Scaling up in the traditional sense doesn't really work in a browser environment. When backend services are overwhelmed by demand, it's common to "throw more hardware" at the problem. Easier said than done of course, but it's a lot easier to scale up our data services these days, compared to 20 years ago. Today's software systems are designed with scalability in mind. It's helpful to our frontend application if the backend services are always available and always responsive, but that's just a small portion of the issues we face.
The expectation that browser-based web applications be lean and fast is an emergent phenomenon. Perhaps, that's due in part to the competition we face. There are a lot of bloated applications out there, and whether they're used in the browser or natively on the desktop, users know what bloat feels like, and generally run the other way:
At an architectural level, components are the main building blocks we work with. These may be very high-level components with several levels of abstraction. Or, they could be something exposed by a framework we're using, as many of these tools provide their own idea of "components". For our purposes in this book, components sit somewhere in the middle—not too abstract, and not too implementation-specific. The idea being that we need to be thoughtful of our application composition, without worrying too much about the specifics.
As we'll see, the design of our various components is closely-tied to the trade-offs we make in other perspectives. And that's a good thing, because it means that if we're paying attention to the scalable qualities we're after, we can go back and adjust the design of our components in order to meet those qualities.
Components don't sit in the browser on their own. Components communicate with one another all the time. There's a wide variety of communication techniques at our disposal here. Component communication could be as simple as method invocation, or as complex as an asynchronous publish-subscribe event system. The approach we take with our architecture depends on our more specific goals. The challenge with components is that we often don't know what the ideal communication mechanism will be, till after we've started implementing our application. We have to make sure that we can adjust the chosen communication path:
Seldom will we implement our own communication mechanism for our components. Not when so many tools exist, that solve at least part of the problem for us. Most likely, we'll end up with a concoction of an existing tool for communication and our own implementation specifics. What's important is that the component communication mechanism is its own perspective, which can be designed independently of the components themselves.
There's lots we can do here to offset the negative user experience of waiting for things to load. This includes utilizing web specifications that allow us to treat applications and the services they use as installable components in the web browser platform. Of course, these are all nascent ideas, but worth considering as they mature alongside our application.
The second part of the performance perspective of our architecture is concerned with responsiveness. That is, after everything has loaded, how long does it take for us to respond to user input? Although this is a separate problem from that of loading resources from the backend, they're still closely-related. Often, user actions trigger API requests, and the techniques we employ to handle these workflows impact user-perceived responsiveness.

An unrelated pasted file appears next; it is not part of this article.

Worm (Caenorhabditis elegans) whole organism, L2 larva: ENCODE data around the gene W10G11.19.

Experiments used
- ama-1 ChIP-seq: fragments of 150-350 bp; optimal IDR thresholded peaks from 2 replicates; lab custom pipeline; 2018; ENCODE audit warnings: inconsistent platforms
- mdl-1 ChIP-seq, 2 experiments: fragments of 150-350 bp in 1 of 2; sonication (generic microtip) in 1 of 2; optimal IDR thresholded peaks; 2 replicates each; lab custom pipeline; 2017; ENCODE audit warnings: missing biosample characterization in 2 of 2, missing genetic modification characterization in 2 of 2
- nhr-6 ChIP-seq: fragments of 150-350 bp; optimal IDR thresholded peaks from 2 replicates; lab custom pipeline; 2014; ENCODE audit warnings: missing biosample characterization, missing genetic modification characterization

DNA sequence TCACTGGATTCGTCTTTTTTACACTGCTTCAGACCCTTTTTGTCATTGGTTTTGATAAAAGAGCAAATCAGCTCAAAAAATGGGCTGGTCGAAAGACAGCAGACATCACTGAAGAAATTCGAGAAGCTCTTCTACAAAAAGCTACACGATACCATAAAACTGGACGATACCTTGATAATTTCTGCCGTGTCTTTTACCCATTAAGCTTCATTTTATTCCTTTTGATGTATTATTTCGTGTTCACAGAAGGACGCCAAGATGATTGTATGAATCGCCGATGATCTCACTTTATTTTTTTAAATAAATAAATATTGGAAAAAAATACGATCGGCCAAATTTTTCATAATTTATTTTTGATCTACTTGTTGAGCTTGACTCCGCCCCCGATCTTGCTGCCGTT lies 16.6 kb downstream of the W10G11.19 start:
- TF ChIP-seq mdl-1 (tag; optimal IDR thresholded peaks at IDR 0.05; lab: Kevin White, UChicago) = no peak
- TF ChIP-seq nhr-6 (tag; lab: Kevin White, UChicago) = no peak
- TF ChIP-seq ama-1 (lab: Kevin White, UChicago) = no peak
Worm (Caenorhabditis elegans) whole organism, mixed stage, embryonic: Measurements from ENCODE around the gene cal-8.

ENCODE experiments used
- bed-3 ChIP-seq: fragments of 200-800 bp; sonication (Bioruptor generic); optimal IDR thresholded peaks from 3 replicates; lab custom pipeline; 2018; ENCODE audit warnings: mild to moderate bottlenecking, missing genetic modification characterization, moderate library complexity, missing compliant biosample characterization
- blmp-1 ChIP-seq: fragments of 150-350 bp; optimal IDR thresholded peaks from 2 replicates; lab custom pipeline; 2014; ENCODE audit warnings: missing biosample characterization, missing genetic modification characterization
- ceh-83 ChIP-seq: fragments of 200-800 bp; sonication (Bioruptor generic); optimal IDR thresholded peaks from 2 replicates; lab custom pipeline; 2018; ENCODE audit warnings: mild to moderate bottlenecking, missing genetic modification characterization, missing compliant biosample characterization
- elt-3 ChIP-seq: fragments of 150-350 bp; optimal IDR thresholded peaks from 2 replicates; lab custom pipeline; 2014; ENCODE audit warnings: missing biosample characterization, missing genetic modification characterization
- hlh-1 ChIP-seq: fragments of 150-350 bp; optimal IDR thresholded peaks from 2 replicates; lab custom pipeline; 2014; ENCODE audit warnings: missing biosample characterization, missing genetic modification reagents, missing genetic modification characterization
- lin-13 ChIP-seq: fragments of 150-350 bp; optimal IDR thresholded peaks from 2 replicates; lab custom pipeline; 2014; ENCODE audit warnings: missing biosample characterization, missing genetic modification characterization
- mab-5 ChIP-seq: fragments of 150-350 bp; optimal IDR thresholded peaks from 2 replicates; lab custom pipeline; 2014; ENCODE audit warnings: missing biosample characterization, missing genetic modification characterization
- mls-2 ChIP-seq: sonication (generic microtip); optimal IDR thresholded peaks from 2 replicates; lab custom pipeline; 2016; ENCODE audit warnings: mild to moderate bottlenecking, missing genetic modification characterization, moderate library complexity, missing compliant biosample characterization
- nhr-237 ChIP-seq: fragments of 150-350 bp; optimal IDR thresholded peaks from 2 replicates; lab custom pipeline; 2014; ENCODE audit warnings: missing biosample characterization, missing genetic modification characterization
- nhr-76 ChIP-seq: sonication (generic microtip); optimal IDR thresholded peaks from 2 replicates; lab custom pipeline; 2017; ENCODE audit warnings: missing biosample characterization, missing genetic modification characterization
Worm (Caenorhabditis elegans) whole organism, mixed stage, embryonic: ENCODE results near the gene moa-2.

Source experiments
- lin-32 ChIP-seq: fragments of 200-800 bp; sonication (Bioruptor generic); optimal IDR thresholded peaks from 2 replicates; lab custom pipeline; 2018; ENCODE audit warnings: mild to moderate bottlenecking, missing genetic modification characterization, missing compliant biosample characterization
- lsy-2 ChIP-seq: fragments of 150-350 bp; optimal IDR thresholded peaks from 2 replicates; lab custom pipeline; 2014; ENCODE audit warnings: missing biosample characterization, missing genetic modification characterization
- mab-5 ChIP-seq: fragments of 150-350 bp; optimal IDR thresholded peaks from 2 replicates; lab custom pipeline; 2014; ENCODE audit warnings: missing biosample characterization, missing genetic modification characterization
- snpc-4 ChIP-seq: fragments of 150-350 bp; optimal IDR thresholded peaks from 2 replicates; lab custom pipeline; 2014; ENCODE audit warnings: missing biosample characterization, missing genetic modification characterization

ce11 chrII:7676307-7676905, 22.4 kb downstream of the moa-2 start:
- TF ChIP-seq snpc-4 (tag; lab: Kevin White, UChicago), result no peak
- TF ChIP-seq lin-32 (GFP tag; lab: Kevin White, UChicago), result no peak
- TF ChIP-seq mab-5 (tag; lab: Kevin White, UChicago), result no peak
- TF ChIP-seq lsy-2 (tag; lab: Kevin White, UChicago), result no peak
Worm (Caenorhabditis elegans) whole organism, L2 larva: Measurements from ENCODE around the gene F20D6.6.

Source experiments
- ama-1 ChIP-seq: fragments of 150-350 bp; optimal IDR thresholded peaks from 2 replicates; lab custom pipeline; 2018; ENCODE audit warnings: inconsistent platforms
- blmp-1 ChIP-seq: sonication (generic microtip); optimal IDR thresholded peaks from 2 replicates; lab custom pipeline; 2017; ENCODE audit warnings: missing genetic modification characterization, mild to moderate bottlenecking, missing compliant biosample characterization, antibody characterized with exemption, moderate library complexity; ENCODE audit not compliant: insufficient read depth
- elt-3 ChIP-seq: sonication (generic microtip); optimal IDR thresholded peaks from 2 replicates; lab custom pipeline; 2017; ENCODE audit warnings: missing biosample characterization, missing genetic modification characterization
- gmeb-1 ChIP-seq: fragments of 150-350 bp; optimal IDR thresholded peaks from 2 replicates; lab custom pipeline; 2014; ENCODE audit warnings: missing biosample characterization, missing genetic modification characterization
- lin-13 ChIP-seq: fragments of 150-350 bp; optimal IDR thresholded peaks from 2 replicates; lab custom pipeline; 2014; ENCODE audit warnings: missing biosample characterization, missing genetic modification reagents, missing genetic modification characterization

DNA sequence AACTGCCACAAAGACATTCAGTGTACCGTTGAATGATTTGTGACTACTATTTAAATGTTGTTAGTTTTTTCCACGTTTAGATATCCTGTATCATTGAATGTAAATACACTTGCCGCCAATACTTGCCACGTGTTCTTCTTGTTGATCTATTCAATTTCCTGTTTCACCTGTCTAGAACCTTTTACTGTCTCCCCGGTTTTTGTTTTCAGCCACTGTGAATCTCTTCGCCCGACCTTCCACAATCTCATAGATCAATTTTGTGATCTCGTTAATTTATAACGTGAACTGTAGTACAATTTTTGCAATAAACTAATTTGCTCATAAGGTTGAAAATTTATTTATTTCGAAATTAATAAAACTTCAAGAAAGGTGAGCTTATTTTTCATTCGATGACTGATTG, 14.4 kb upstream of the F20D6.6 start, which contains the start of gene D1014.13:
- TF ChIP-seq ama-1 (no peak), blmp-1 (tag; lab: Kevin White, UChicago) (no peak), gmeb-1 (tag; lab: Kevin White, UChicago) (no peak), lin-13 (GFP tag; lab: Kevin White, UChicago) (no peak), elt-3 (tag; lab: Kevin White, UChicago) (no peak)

Typically, these URIs will map to an API resource. When the user hits one of these URIs in our application, we'll translate the URI into another URI that's used to request backend data. The component we use to manage these application URIs is called a router, and there's lots of frameworks and libraries with a base implementation of a router. We'll likely use one of these.
The addressability perspective plays a major role in our architecture, because ensuring that the various aspects of our application have an addressable URI complicates our design. However, it can also make things easier if we're clever about it. We can have our components utilize the URIs in the same way a user utilizes links.
Rarely does software do what you need it to straight out of the box. Highly-configurable software systems are touted as being good software systems. Configuration in the frontend is a challenge because there's several dimensions of configuration, not to mention the issue of where we store these configuration options. Default values for configurable components are problematic too—where do they come from? For example, is there a default language setting that's set until the user changes it? As is often the case, different deployments of our frontend will require different default values for these settings:
Every configurable aspect of our software complicates its design. Not to mention the performance overhead and potential bugs. So, configurability is a large issue, and it's worth the time spent up-front discussing with various stakeholders what they value in terms of configurability. Depending on the nature of our deployment, users may value portability with their configuration. This means that their values need to be stored in the backend, under their account settings. Obviously decisions like these have backend design implications, and sometimes it's better to get away with approaches that don't require a modified backend service.